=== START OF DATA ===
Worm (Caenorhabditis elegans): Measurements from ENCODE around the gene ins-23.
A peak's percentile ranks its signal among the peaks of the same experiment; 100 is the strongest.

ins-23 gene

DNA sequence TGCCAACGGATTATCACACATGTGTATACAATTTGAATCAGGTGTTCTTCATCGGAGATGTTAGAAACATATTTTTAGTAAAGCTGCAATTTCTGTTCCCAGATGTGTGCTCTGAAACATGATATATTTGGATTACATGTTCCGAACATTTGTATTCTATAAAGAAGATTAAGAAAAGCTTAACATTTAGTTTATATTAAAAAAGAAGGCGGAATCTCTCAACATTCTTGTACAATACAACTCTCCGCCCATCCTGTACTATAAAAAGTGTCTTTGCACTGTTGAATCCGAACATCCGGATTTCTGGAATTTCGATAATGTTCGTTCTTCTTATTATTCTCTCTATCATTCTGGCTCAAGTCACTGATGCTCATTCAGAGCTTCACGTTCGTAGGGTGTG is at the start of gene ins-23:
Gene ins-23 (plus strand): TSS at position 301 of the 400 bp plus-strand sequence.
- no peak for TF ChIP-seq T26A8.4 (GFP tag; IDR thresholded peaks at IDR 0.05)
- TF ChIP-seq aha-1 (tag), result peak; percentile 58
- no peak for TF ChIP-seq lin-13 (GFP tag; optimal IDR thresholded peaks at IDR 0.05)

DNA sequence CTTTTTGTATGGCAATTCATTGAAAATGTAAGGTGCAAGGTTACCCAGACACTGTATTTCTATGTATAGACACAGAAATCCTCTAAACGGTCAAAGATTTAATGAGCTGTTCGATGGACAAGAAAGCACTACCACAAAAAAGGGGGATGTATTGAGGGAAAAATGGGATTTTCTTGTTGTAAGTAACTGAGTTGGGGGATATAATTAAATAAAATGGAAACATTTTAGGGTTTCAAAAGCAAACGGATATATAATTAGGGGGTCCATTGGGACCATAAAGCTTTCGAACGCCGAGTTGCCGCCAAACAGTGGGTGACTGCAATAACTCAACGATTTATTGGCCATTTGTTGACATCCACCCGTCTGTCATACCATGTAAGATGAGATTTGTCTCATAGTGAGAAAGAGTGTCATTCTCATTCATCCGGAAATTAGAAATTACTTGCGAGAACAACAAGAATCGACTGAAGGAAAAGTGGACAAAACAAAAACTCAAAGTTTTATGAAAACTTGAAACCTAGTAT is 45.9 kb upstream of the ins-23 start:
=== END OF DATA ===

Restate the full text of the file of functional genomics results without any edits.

Worm (Caenorhabditis elegans): Measurements from ENCODE around the gene ins-23.
A peak's percentile ranks its signal among the peaks of the same experiment; 100 is the strongest.

ins-23 gene

DNA sequence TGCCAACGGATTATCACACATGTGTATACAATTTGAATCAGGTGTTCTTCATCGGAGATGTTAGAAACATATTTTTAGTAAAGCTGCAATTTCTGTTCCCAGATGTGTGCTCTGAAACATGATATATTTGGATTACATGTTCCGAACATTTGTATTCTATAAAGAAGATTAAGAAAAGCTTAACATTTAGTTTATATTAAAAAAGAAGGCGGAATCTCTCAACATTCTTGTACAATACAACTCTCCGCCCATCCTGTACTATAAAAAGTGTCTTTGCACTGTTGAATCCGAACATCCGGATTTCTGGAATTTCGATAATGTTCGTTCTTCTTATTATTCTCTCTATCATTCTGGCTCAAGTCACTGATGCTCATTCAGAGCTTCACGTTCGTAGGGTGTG is at the start of gene ins-23:
Gene ins-23 (plus strand): TSS at position 301 of the 400 bp plus-strand sequence.
- no peak for TF ChIP-seq T26A8.4 (GFP tag; IDR thresholded peaks at IDR 0.05)
- TF ChIP-seq aha-1 (tag), result peak; percentile 58
- no peak for TF ChIP-seq lin-13 (GFP tag; optimal IDR thresholded peaks at IDR 0.05)

DNA sequence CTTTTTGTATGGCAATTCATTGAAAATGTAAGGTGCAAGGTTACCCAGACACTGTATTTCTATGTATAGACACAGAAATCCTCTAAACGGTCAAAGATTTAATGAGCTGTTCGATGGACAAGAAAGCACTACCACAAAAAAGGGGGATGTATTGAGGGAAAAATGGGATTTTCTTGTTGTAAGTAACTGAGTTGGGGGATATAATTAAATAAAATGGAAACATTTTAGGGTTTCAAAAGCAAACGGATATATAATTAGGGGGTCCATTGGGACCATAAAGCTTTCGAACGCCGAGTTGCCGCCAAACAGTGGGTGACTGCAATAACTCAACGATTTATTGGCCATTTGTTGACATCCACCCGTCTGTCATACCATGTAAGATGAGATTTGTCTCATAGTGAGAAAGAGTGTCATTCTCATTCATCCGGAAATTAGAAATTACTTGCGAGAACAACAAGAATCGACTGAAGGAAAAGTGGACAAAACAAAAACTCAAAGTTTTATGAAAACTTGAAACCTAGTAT is 45.9 kb upstream of the ins-23 start: